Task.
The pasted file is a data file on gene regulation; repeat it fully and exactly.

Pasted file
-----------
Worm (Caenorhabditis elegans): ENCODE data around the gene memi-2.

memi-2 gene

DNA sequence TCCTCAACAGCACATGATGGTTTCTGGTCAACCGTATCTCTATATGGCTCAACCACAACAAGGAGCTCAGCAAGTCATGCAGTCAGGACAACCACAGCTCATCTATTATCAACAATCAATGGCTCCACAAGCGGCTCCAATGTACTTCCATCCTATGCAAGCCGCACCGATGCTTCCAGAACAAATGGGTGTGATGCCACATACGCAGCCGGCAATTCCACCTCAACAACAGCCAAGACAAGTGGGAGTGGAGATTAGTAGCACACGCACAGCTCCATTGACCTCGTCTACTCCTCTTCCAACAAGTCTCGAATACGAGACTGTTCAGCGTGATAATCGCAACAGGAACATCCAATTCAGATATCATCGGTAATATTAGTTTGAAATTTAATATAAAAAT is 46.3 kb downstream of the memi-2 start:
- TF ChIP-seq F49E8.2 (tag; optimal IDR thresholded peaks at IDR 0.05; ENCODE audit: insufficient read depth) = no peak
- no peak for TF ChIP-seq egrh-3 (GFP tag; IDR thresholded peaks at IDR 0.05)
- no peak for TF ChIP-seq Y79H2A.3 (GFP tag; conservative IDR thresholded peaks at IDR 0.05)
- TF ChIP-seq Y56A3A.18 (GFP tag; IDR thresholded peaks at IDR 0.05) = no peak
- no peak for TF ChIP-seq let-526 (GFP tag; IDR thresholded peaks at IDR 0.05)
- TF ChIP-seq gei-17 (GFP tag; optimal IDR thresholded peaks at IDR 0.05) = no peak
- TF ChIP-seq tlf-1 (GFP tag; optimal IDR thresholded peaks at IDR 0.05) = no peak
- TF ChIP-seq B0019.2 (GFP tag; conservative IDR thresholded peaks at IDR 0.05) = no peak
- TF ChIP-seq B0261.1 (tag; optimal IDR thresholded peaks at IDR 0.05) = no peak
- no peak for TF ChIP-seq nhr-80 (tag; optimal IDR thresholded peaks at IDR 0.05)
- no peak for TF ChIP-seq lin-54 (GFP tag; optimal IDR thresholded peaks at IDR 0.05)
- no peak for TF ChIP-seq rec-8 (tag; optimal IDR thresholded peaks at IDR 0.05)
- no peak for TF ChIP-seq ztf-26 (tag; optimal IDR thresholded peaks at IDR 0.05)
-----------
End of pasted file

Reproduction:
Worm (Caenorhabditis elegans): ENCODE data around the gene memi-2.

memi-2 gene

DNA sequence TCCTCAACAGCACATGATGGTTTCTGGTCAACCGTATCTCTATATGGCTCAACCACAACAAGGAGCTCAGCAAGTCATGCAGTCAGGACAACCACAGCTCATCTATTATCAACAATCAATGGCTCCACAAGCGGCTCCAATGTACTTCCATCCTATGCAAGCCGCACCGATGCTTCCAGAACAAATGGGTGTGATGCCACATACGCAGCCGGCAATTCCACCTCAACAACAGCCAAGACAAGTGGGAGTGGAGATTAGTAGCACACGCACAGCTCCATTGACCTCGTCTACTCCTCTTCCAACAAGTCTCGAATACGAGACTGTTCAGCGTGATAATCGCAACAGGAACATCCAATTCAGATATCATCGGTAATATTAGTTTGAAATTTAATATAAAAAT is 46.3 kb downstream of the memi-2 start:
- TF ChIP-seq F49E8.2 (tag; optimal IDR thresholded peaks at IDR 0.05; ENCODE audit: insufficient read depth) = no peak
- no peak for TF ChIP-seq egrh-3 (GFP tag; IDR thresholded peaks at IDR 0.05)
- no peak for TF ChIP-seq Y79H2A.3 (GFP tag; conservative IDR thresholded peaks at IDR 0.05)
- TF ChIP-seq Y56A3A.18 (GFP tag; IDR thresholded peaks at IDR 0.05) = no peak
- no peak for TF ChIP-seq let-526 (GFP tag; IDR thresholded peaks at IDR 0.05)
- TF ChIP-seq gei-17 (GFP tag; optimal IDR thresholded peaks at IDR 0.05) = no peak
- TF ChIP-seq tlf-1 (GFP tag; optimal IDR thresholded peaks at IDR 0.05) = no peak
- TF ChIP-seq B0019.2 (GFP tag; conservative IDR thresholded peaks at IDR 0.05) = no peak
- TF ChIP-seq B0261.1 (tag; optimal IDR thresholded peaks at IDR 0.05) = no peak
- no peak for TF ChIP-seq nhr-80 (tag; optimal IDR thresholded peaks at IDR 0.05)
- no peak for TF ChIP-seq lin-54 (GFP tag; optimal IDR thresholded peaks at IDR 0.05)
- no peak for TF ChIP-seq rec-8 (tag; optimal IDR thresholded peaks at IDR 0.05)
- no peak for TF ChIP-seq ztf-26 (tag; optimal IDR thresholded peaks at IDR 0.05)